During World Youth Days, bishops and cardinals serve as teachers and catechists. Thousands of young people gather around them to hear reflections from the Word of God flowing from the biblical theme of the event. This novel invention has taken on a life of its own, becoming an intrinsic part of the celebrations. How many times was this evoked at the last two Synods of Bishops in Rome in October 2008 and October 2012 that focused on The Word of God in the Life and Mission of the Church and The New Evangelization. The catechetical teaching sessions on Scripture during World Youth Days have become not only a unique encounter between generations, but also an opportunity to proclaim and preach the Word of God across cultures, offering to young people concrete possibilities for living a biblically rooted life.
How do we build on the biblical themes of World Youth Days, deepen them, and allow them to penetrate the heart of pastoral ministry with young people in our country? Does the bible play a significant part in our ministry with young people? What biblical stories and images animate our pastoral initiatives with young people? How often have we turned elsewhere to find themes, ideas, fillers for our work with young people, rather than drawing our deepest inspiration from biblical stories, biblical language, biblical themes that no consulting agency, pop-jargon or fleeting trends can offer?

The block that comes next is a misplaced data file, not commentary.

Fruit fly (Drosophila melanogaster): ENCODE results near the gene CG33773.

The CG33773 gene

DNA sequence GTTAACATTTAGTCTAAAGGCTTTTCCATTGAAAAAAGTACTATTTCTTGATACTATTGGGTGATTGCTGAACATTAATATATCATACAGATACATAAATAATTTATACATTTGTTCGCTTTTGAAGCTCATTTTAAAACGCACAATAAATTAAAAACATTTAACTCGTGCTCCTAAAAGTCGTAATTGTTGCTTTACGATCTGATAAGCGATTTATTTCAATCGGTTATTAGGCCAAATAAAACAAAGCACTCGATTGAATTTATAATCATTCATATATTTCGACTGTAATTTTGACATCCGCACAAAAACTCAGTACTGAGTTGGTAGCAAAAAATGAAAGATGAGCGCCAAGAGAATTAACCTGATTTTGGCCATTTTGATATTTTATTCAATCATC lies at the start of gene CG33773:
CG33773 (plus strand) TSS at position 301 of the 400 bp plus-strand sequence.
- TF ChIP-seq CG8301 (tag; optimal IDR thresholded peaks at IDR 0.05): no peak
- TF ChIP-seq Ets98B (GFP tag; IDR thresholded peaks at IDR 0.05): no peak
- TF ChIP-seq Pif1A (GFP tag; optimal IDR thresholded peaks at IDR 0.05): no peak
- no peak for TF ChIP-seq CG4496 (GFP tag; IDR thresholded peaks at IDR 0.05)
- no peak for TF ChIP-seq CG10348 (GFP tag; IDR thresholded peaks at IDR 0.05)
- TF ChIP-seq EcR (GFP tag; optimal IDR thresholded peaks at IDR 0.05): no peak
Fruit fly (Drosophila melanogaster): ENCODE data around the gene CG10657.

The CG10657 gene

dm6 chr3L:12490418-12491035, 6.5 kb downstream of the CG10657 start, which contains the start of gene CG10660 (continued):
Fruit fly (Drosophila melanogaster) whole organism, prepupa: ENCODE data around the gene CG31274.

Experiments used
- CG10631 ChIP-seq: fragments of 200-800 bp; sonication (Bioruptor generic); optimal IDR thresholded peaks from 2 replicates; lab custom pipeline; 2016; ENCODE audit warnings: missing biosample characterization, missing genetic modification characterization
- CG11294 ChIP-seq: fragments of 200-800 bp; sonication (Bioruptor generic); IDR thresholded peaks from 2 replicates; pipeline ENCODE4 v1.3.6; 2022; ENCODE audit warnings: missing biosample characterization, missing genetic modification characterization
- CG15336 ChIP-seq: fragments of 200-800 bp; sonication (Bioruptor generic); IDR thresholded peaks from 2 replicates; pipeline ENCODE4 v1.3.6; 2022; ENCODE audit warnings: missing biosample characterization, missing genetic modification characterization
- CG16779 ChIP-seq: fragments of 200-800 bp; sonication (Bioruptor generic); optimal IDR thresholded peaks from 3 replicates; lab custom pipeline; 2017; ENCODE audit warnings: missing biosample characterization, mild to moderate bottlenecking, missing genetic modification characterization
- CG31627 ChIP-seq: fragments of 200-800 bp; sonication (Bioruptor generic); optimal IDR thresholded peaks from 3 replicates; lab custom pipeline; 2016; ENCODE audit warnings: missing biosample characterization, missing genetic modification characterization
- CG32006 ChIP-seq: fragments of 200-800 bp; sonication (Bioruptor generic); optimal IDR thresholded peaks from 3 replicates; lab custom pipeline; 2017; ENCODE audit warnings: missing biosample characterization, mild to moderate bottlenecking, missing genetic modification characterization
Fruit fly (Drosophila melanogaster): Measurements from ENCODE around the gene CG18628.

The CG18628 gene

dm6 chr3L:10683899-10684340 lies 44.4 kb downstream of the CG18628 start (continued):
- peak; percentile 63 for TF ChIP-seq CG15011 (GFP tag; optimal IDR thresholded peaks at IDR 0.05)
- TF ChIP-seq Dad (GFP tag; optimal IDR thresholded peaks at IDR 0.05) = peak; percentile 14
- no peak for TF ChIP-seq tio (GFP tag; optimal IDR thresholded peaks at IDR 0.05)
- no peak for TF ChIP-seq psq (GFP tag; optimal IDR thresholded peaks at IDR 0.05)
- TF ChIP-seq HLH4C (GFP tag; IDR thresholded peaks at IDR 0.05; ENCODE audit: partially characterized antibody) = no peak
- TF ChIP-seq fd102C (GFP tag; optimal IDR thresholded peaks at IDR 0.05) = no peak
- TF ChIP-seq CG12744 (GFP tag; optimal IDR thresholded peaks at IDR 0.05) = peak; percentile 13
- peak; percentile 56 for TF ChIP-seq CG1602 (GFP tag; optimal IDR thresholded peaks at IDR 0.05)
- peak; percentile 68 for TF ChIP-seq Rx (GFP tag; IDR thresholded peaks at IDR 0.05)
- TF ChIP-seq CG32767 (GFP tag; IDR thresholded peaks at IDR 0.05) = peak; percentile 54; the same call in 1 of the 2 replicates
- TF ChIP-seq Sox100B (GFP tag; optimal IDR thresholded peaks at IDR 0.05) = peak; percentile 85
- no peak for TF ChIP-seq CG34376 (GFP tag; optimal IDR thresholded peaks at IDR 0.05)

2. World Youth Days offer deeply prayerful celebrations of the Eucharist, and opportunities to experience the Eucharistic Lord in moments of quiet prayer, adoration, and communal and individual worship. Liturgies of World Youth Day are prepared and planned with great diligence, care, precision and tremendous beauty. Through these moments young people are offered privileged moments of encounter with Jesus himself. These moments are enhanced by the careful selection of liturgical music that is not in competition with the world of theatre, spectacle and the surrounding din of noise and emptiness. And yet what do we do when the young people who have experienced such tremendous moments come down from the mountain and return to our parish communities?